Dinosaurs may have become extinct because they took so long to be born, a new theory claims.
The research suggests that non-avian dinosaurs took as much as six months to hatch – far longer than previously estimated.
According to the study examining the teeth of fossilised dinosaur embryos, the prolonged incubation may have affected dinosaurs’ ability to compete with more rapidly generating populations of birds, reptiles, and mammals following the mass extinction event that occurred 65 million years ago.
Scientists long assumed dinosaur incubation was similar to the rapid incubation of birds, which hatch within 11 to 85 days.
However the research found it more aligned to typical reptile incubation than to birds, taking three to six months.
“We know very little about dinosaur embryology, yet it relates to so many aspects of development, life history, and evolution,” study co-author Mark Norell said in a statement.
“But with the help of advanced tools like CT scanners and high-resolution microscopy, we’re making discoveries that we couldn’t have imagined 20 years ago. This work is a great example of how new technology and new ideas can be brought to old problems.”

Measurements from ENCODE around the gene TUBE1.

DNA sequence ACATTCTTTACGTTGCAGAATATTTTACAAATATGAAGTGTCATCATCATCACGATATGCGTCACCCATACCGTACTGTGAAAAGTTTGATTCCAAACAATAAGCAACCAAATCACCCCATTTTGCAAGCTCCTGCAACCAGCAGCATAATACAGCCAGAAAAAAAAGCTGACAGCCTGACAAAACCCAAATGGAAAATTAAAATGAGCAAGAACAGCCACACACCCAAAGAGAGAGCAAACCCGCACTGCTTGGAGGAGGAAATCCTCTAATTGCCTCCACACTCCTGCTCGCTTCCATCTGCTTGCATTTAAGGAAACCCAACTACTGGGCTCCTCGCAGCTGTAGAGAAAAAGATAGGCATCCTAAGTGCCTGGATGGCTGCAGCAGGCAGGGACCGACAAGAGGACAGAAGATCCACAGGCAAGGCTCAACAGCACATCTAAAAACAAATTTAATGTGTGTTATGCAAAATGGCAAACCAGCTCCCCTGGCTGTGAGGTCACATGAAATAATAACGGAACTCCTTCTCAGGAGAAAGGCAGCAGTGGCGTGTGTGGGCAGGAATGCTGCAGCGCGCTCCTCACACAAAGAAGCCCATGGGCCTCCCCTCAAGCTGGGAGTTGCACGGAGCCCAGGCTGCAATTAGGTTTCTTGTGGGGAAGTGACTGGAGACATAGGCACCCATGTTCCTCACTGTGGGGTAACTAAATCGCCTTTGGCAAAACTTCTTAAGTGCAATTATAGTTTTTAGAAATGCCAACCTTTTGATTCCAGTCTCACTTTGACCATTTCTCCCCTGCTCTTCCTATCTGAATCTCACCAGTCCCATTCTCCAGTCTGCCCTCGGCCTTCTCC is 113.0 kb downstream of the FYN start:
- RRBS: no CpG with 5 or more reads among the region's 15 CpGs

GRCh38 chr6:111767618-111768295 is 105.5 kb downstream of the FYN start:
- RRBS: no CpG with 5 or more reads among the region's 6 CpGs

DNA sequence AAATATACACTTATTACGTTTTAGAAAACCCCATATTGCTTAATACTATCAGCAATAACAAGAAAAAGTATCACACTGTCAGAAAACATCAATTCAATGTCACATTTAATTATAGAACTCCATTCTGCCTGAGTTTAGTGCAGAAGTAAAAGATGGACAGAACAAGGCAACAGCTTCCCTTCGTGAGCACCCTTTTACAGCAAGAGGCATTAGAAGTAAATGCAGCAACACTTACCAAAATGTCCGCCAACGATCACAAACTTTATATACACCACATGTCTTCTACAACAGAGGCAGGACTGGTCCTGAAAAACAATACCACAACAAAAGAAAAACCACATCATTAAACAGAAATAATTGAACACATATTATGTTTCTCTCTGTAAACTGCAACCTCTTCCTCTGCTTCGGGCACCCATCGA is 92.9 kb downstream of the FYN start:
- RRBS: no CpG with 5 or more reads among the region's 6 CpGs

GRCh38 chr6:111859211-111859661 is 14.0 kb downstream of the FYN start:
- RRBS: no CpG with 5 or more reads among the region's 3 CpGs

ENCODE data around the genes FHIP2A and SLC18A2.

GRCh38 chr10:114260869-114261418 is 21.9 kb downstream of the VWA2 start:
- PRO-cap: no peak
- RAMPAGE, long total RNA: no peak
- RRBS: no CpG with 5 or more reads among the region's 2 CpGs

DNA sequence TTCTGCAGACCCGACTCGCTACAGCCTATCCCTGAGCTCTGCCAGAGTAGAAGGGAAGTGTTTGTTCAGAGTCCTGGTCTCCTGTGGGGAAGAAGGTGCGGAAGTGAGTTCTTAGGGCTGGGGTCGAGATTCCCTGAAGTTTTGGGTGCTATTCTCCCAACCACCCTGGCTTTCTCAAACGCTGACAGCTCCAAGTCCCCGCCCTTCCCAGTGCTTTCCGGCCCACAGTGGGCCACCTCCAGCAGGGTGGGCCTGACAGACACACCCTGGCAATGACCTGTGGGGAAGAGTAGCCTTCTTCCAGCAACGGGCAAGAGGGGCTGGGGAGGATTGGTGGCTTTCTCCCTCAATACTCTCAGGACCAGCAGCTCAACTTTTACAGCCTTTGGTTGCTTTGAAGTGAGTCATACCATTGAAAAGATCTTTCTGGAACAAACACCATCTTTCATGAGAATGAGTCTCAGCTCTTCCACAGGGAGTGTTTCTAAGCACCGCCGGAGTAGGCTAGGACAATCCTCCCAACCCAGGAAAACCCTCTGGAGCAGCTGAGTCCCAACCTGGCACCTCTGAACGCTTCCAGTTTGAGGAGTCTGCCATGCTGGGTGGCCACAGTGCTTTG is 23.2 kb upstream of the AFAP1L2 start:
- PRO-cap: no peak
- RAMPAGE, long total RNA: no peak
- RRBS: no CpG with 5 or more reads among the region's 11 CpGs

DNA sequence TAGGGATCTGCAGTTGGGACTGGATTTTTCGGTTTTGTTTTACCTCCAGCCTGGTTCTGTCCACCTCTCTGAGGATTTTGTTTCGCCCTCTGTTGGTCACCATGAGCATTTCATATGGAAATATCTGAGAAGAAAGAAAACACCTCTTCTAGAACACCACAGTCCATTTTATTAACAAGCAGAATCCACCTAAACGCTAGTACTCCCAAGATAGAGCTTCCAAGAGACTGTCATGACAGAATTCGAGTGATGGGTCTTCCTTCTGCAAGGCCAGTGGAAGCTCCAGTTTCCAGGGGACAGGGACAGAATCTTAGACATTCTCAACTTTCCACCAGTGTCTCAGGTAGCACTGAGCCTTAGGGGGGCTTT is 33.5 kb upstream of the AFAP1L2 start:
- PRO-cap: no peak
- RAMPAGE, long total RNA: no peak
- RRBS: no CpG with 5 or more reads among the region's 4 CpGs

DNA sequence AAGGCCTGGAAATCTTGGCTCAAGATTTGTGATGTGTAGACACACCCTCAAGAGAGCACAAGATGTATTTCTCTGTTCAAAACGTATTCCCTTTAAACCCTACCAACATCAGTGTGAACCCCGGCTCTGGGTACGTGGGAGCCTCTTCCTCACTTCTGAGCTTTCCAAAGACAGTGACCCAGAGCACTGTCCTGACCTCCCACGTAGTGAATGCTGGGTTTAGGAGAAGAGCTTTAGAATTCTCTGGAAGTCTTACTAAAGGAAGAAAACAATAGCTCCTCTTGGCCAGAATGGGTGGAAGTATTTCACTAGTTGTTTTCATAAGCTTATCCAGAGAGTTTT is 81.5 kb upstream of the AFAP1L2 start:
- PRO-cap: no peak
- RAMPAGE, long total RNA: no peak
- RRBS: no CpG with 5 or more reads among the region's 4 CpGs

The research tested the fossilised teeth of two well-preserved dinosaur embryos on each end of the size spectrum.
It analysed two specific species with eggs weighing from 194g to 4kg, identifying the pattern of ‘von Ebner’ lines — growth lines that are present in the teeth of all animals, humans included.
This study marks the first time that these growth lines have been identified in dinosaur embryos.
“These are the lines that are laid down when any animal‘s teeth develops,” lead author and Florida State University professor Gregory Erickson said.
“They’re kind of like tree rings, but they’re put down daily. And so we could literally count them to see how long each dinosaur had been developing.”
The study also determined the prolonged incubation time had implications into the extinction of dinosaurs.
Prolonged incubation exposed non-avian dinosaur eggs and attending parents to predators, starvation, and environmental disruptions such as flooding, the research found.
In addition, slower embryonic development might have put them at a disadvantage compared to other animals that survived the Cretaceous-Paleogene extinction event.